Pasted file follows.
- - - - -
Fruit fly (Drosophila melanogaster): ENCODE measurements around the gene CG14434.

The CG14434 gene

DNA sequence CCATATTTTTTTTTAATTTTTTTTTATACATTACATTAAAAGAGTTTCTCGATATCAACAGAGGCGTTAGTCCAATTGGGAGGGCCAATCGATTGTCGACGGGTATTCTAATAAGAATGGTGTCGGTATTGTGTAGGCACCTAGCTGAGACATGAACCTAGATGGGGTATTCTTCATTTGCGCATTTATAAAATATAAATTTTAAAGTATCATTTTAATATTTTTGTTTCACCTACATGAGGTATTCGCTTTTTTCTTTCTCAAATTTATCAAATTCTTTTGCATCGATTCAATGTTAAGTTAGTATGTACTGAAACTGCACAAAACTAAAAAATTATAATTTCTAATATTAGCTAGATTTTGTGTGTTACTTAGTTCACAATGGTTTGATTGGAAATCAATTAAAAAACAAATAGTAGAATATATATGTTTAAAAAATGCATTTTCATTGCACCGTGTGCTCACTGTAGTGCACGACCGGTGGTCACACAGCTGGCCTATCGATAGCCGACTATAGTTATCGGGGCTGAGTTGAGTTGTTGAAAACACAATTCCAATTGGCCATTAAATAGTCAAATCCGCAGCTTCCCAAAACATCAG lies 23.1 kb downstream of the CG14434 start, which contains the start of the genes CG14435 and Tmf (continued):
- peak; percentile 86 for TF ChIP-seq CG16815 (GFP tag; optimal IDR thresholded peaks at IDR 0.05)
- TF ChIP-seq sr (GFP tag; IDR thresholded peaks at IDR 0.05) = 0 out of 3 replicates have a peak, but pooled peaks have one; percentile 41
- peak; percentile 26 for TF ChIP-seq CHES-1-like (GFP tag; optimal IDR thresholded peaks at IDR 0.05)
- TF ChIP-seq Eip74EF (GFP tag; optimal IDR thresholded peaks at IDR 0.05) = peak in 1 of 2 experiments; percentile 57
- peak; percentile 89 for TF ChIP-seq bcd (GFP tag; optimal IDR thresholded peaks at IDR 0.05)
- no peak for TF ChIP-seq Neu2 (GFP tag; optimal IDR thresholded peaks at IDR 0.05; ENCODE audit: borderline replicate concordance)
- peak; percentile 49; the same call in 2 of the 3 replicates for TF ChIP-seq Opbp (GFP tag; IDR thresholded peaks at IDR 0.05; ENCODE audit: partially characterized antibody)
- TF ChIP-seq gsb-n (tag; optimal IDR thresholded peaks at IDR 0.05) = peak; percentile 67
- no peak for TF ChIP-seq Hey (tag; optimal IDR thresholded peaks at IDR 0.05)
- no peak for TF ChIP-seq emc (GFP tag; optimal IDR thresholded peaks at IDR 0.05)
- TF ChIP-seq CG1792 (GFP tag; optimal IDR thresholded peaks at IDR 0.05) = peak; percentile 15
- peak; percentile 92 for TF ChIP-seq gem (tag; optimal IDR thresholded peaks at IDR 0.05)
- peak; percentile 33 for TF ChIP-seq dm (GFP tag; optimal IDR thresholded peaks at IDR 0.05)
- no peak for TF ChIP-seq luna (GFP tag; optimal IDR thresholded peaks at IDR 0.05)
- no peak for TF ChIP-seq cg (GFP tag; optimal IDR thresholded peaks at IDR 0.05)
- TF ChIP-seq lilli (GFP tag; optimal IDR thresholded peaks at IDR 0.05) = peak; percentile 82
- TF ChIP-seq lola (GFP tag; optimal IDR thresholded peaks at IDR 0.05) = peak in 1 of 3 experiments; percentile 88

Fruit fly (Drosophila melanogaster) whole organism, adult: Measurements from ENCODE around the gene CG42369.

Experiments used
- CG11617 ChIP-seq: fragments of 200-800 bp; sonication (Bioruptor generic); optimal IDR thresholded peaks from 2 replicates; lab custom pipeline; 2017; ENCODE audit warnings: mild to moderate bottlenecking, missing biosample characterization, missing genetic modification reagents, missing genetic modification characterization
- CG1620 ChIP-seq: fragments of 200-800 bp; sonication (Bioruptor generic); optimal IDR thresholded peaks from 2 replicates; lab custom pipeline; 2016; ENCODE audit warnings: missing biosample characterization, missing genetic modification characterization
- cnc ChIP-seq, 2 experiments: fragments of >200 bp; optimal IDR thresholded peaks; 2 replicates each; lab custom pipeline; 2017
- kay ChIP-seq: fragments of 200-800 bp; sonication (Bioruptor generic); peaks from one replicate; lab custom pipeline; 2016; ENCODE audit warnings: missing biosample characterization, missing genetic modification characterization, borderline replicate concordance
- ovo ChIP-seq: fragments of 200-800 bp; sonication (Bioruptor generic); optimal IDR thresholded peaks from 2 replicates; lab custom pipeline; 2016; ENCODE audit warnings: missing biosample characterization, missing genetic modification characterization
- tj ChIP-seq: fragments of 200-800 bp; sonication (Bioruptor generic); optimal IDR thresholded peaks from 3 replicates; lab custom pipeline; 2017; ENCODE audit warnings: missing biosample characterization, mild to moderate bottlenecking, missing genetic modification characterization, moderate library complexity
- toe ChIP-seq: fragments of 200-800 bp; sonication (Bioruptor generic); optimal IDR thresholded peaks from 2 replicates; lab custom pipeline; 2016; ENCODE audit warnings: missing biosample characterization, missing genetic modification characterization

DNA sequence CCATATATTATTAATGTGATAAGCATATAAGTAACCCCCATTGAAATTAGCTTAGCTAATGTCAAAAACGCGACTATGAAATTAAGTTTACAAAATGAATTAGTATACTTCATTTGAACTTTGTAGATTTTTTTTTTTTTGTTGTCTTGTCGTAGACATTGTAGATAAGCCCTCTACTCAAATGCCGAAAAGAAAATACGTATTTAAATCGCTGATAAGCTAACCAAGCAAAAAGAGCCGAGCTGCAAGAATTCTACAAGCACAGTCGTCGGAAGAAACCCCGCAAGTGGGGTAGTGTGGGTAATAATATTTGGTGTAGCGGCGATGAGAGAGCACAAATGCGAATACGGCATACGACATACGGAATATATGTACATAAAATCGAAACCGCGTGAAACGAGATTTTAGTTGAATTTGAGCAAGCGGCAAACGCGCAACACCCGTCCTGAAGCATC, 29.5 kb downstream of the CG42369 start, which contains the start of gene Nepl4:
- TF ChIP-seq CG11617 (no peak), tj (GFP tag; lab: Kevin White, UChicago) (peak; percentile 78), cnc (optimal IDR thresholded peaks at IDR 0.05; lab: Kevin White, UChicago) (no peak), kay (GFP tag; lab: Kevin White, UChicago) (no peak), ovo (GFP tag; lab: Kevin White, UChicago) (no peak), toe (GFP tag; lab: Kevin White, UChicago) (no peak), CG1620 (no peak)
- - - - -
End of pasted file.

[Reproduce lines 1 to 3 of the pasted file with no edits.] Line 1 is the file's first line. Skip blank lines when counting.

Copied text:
Fruit fly (Drosophila melanogaster): ENCODE measurements around the gene CG14434.

The CG14434 gene

DNA sequence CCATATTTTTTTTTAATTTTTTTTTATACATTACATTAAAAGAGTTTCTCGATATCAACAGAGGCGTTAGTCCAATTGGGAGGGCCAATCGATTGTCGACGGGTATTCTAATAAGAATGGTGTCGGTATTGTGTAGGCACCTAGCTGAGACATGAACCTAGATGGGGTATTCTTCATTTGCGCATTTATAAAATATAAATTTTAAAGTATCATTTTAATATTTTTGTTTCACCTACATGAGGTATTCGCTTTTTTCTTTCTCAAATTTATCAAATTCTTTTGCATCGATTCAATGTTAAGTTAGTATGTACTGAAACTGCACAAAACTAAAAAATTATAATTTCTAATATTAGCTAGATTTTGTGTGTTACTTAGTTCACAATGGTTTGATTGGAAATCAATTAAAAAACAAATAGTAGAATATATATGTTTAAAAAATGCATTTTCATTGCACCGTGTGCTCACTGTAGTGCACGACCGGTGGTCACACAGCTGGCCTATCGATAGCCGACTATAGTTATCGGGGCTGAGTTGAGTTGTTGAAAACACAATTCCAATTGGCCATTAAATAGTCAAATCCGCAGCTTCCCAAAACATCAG lies 23.1 kb downstream of the CG14434 start, which contains the start of the genes CG14435 and Tmf (continued):